And Stereophonics? Their performance was as stale as their music, and about as interesting as Kelly Jones’ tan leather jacket.

As I alluded to in the previous paragraph, the next two bands that came on after the Weakerthans weren’t that great. Silversun Pickups, a band from Los Angeles, have a few good tunes, but as a performance it was instantly forgettable. And Stereophonics? Their performance was as stale as their music, and about as interesting as Kelly Jones’ tan leather jacket. I made a quick exit over to the TD stage to see Sons And Daughters.

Sons And Daughters were a real treat. Their set was totally enjoyable. The band comes from Glasgow, and they were a mile better than that of fellow weegies the Fratellis who had played the same stage on Saturday. Sons And Daughters had a genuine grittiness about them and a fantastic stage presence. The chemistry between the lead singer Adele Bethel and guitarist/back-up vocalist Scott Paterson was a real spectacle. It seemed like a battle for attention, with Bethel winning for the most part, as she looked out into the crowd with dark eyes and bright pink socks. It was interesting to observe this stage battle, because Bethel did take on a dominant role as lead vocalist on the latest Sons And Daughters record Gift. The interplay between Bethel and Paterson was something that had me and a few hundred other people mesmerised.

Sons And Daughters at Virgin Festival Toronto 2008

Back over at the main stage, the night was coming to an end. Before Oasis were on it was the turn of one of the Gallagher’s mates to take to the stage – The Modfather himself, Paul Weller. I’ll admit that I only really know the best known singles from Weller. It was clearly the same situation for most of the audience, but everyone cheered with respect after each song. For the real Weller fans in attendance it must have been a delight – the sound quality at all the stages at this festival was excellent, great job to the organisers on that.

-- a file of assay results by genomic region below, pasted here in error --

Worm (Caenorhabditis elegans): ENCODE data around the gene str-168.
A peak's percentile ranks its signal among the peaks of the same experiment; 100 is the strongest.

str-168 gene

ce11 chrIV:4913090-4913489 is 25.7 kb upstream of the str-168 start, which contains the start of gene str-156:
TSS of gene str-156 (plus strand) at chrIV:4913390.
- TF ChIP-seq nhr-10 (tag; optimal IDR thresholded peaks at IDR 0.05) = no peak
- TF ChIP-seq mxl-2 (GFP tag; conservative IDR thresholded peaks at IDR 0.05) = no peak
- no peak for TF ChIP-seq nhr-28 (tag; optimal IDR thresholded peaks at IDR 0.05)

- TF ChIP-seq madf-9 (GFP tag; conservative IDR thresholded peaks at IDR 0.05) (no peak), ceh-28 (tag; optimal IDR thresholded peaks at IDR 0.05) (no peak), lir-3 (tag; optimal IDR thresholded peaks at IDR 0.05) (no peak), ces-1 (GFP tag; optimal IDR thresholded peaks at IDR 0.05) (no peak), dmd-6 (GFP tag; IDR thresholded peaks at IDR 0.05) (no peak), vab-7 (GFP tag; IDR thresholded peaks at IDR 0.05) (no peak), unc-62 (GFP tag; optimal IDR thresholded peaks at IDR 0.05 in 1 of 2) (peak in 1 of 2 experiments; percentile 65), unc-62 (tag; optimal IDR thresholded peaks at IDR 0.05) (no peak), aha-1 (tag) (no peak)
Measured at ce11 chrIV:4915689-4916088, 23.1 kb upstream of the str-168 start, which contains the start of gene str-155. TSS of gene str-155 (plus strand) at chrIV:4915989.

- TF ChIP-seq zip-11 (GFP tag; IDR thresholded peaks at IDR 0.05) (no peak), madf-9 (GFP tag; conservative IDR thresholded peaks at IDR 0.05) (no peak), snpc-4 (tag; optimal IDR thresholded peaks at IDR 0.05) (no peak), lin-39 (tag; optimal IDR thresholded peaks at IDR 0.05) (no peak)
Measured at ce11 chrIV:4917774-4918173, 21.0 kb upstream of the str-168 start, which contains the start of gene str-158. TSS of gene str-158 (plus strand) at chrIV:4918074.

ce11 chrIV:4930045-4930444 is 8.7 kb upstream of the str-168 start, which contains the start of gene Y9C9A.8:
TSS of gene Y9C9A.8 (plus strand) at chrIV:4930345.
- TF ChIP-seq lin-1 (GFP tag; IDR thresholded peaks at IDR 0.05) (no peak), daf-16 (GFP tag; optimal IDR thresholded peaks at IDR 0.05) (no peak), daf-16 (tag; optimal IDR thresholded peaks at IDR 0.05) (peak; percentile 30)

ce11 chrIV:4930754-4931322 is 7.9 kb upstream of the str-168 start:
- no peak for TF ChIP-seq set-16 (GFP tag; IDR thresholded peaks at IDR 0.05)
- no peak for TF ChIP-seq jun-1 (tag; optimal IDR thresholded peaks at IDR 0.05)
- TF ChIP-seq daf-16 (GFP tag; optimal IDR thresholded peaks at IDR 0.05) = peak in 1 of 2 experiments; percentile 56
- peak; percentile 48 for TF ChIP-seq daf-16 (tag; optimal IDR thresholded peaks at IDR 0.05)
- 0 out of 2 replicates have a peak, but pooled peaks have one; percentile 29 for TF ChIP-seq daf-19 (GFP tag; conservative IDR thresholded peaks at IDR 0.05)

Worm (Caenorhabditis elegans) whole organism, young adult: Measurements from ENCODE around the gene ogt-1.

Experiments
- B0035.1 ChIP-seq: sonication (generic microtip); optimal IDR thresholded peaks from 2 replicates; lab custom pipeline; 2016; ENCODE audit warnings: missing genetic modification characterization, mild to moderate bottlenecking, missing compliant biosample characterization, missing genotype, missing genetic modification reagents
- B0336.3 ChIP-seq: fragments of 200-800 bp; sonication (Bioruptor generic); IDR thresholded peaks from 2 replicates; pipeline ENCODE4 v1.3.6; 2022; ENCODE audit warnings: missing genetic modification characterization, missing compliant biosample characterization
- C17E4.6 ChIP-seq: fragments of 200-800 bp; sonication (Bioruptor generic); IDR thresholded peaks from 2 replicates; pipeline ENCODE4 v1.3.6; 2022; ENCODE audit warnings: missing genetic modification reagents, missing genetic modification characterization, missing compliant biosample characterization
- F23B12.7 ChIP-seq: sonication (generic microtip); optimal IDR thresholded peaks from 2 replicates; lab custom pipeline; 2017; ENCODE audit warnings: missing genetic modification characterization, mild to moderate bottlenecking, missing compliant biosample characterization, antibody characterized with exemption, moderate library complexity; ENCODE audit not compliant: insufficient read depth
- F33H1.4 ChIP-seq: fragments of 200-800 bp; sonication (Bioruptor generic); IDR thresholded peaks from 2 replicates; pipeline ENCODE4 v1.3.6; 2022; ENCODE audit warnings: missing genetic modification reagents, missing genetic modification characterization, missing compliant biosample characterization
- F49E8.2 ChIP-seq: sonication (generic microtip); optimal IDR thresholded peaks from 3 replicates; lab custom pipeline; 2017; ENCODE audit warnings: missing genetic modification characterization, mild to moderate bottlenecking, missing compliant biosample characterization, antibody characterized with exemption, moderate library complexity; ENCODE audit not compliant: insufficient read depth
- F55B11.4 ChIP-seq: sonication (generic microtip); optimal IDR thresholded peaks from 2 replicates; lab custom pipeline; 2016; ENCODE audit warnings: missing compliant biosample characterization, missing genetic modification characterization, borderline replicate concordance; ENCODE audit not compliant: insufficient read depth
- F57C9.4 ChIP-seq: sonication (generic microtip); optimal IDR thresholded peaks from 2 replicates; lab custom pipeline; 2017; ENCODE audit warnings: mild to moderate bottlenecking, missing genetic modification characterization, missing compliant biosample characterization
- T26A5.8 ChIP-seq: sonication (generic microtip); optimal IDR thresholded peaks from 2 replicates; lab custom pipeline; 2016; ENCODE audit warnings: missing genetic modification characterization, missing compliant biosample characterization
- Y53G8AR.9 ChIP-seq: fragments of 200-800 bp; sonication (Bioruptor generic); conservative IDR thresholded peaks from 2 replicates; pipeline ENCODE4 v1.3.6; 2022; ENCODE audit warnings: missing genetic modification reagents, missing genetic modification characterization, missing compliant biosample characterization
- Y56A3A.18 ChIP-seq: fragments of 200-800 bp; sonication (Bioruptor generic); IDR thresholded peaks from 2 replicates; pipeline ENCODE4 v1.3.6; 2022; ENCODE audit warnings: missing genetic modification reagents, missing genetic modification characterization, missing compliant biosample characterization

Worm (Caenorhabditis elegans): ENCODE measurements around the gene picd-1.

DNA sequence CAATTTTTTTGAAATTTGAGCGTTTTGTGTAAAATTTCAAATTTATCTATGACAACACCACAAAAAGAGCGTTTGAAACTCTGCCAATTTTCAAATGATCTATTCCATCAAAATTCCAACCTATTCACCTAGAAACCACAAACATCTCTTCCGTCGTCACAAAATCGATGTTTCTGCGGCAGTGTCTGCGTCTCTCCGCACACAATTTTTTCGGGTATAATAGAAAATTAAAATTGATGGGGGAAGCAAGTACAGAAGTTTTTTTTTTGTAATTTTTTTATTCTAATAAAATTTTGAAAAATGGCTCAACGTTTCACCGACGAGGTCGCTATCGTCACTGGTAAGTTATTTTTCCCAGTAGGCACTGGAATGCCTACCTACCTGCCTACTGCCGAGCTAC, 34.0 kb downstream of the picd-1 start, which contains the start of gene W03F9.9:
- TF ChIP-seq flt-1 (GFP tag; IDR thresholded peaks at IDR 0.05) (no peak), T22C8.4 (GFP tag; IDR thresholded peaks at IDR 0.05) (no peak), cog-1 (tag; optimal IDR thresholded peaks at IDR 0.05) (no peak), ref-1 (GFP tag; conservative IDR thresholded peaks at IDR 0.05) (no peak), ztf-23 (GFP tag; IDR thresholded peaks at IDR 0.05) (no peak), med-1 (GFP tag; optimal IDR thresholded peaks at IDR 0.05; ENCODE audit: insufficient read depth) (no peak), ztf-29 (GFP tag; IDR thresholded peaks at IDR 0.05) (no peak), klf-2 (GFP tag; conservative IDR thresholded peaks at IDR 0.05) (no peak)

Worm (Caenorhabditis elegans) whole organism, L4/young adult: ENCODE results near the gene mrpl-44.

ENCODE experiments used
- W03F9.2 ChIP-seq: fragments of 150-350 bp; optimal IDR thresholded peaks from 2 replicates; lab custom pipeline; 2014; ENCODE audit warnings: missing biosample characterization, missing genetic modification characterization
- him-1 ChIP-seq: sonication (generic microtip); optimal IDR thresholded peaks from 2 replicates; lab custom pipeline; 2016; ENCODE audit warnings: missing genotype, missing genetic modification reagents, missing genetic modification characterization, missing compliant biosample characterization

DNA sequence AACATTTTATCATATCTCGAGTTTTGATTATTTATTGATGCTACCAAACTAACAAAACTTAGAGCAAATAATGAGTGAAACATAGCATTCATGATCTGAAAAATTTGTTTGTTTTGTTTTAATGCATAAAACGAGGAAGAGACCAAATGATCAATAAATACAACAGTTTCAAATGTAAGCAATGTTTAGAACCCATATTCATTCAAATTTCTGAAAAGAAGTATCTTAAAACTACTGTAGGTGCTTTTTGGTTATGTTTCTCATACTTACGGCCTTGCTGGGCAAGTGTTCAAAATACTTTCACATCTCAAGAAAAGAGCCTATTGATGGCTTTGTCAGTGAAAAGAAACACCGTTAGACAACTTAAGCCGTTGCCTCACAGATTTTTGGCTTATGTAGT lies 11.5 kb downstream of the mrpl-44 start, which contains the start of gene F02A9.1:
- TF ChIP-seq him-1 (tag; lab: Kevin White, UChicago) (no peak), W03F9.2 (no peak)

And then the night ended with Oasis. I used to be a fan. Back in my early teenage years Britpop was the thing and I was happy to lap it up as an easily-influenced teenager. Then back in ’97 they released Be Here Now… which was pretty painful. I kept some kind of blind faith for this band and went on to purchase Standing On The Shoulder Of Giants, which was genuinely crap. So it’s been eight years since I listened to anything from Oasis, aside from the occasional public rants about people they dislike and anything to do with Man City football club, the team whom the Gallagher’s hold so dear.

If that bloke hadn’t have pushed over Noel then there’d have been nothing much worth mentioning.

Listening to Oasis play at Virgin Festival was nothing special. Yeah sure, most the crowd seemed to love it, but I was unmoved. If that bloke hadn’t have pushed over Noel then there’d have been nothing much worth mentioning. He has probably done them a favour, especially with the new album Dig Out Your Soul coming soon in October. There’s nothing like a bit of worldwide publicity to boost a band’s public profile.

© Brian Banks

Liam Gallagher of Oasis throws the peace sign near the end of their concert, Virgin Festival Toronto 2008

Peace out Oasis

Brian Banks

Editor and Founder, Music Vice Magazine. Writer. Photographer. Poet. From Scotland. Not Ireland. Proudly based in Toronto, Canada. Rock N' Roll Don't Pay The Rent...